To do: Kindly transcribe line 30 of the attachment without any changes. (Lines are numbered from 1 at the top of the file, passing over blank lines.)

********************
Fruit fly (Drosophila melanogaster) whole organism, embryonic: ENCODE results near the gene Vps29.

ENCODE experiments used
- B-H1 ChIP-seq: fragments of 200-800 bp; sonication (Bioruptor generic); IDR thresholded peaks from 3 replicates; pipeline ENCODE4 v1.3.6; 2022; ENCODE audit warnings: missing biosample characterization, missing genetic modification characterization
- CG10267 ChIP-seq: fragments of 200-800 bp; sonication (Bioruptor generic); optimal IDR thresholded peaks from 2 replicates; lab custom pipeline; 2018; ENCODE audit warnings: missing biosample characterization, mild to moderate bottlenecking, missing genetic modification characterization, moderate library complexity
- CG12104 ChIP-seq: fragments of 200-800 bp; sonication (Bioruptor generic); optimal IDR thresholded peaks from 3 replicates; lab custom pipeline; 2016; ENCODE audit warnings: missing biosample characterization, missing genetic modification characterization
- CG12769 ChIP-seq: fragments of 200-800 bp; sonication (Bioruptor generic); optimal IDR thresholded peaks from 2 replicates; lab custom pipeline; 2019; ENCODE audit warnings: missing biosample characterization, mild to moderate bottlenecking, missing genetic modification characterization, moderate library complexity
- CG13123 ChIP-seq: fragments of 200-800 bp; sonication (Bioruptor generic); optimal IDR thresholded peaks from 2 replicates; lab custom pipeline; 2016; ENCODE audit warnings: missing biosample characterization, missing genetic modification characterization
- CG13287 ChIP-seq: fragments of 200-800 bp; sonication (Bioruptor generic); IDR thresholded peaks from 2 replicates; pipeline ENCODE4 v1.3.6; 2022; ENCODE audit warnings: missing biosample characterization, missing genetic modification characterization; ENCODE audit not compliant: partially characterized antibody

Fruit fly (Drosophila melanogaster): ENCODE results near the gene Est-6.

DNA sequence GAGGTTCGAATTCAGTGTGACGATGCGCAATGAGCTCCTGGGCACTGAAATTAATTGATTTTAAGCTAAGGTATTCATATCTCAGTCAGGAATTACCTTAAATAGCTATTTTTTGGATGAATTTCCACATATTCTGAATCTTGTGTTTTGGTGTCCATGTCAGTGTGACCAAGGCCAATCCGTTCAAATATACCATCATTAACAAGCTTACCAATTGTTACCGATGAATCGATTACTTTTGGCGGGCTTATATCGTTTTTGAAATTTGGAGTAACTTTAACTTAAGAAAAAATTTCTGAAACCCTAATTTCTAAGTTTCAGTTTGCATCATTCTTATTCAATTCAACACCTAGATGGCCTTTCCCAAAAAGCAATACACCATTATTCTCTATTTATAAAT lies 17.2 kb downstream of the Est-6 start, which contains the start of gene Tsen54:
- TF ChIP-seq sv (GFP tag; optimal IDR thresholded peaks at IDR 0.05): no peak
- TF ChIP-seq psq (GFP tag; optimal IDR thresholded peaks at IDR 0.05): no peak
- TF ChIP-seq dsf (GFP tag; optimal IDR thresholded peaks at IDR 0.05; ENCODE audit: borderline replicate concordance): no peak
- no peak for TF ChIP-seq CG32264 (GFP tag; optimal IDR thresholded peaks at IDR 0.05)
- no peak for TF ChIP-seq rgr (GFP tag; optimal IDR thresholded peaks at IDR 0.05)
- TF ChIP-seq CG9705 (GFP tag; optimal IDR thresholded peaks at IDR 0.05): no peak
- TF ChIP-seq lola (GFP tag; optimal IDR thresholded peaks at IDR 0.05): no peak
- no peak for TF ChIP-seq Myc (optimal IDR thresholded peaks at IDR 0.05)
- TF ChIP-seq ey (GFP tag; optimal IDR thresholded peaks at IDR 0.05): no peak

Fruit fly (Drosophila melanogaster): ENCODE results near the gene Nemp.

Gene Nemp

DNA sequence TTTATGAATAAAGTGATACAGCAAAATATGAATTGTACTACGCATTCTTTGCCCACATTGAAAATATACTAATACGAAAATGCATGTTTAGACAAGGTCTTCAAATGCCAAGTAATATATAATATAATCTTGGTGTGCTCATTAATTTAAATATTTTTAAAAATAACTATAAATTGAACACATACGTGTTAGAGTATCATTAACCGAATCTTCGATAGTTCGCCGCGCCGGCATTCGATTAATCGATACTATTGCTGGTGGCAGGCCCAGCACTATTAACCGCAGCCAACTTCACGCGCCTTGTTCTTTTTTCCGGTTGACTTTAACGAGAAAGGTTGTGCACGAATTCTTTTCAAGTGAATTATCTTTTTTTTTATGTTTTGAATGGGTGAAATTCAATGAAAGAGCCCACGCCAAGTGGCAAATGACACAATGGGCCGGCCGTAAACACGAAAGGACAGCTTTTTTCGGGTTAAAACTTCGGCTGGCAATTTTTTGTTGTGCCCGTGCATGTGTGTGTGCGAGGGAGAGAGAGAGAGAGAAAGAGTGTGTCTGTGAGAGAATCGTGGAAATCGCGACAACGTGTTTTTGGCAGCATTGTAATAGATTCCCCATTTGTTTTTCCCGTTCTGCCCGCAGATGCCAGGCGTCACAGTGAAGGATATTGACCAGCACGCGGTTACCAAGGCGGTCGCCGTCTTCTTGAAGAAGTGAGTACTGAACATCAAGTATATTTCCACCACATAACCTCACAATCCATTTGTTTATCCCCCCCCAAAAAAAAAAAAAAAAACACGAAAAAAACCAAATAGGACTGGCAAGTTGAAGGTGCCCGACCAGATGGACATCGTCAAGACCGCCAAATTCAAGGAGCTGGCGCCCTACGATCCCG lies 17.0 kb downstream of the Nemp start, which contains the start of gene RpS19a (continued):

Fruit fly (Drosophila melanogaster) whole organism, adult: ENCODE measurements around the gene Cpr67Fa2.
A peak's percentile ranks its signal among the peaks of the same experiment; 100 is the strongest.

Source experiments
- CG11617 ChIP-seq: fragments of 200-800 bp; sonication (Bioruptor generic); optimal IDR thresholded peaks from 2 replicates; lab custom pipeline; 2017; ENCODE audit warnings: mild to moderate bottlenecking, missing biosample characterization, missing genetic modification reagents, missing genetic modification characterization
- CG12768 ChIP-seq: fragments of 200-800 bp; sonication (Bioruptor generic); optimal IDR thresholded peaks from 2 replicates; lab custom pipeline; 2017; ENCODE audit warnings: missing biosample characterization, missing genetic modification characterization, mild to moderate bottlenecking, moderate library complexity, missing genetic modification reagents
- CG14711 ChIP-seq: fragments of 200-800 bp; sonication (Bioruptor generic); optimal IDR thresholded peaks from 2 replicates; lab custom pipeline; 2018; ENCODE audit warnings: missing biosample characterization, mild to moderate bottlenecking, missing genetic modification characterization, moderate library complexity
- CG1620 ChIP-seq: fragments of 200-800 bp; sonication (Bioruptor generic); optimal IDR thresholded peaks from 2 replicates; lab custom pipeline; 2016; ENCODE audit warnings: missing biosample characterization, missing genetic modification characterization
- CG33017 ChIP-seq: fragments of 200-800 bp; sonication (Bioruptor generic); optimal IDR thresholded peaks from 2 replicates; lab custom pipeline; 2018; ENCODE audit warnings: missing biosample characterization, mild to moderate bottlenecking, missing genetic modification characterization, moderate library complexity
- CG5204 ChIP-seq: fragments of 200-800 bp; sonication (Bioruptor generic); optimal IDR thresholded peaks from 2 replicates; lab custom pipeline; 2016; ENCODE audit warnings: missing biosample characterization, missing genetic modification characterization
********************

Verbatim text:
- CG33017 ChIP-seq: fragments of 200-800 bp; sonication (Bioruptor generic); optimal IDR thresholded peaks from 2 replicates; lab custom pipeline; 2018; ENCODE audit warnings: missing biosample characterization, mild to moderate bottlenecking, missing genetic modification characterization, moderate library complexity